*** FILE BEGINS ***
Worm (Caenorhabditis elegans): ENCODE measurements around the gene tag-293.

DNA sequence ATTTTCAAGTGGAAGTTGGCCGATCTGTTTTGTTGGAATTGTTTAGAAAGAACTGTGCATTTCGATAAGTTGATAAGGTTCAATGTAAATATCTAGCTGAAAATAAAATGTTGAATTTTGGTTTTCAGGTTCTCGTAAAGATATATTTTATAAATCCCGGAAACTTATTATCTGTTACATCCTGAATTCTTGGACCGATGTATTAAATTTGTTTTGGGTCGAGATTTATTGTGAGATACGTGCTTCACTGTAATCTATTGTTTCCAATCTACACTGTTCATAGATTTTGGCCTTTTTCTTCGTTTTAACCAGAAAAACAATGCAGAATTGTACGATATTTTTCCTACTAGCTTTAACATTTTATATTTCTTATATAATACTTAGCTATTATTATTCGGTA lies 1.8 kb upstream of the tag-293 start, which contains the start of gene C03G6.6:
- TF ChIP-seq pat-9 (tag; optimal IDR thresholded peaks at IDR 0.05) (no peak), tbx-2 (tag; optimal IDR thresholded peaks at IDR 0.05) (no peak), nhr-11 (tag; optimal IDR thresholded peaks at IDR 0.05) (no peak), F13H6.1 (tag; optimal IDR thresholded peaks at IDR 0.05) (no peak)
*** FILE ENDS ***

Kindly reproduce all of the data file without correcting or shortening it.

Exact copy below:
Worm (Caenorhabditis elegans): ENCODE measurements around the gene tag-293.

DNA sequence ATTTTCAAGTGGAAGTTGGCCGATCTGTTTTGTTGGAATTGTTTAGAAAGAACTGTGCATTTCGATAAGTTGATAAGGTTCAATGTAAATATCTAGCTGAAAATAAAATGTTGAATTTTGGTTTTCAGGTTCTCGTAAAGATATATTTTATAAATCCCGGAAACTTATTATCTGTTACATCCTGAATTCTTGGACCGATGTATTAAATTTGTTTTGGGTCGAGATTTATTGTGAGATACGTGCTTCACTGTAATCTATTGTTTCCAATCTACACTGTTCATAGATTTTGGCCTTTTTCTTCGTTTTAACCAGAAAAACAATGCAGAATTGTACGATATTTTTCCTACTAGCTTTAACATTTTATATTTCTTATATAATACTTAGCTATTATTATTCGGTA lies 1.8 kb upstream of the tag-293 start, which contains the start of gene C03G6.6:
- TF ChIP-seq pat-9 (tag; optimal IDR thresholded peaks at IDR 0.05) (no peak), tbx-2 (tag; optimal IDR thresholded peaks at IDR 0.05) (no peak), nhr-11 (tag; optimal IDR thresholded peaks at IDR 0.05) (no peak), F13H6.1 (tag; optimal IDR thresholded peaks at IDR 0.05) (no peak)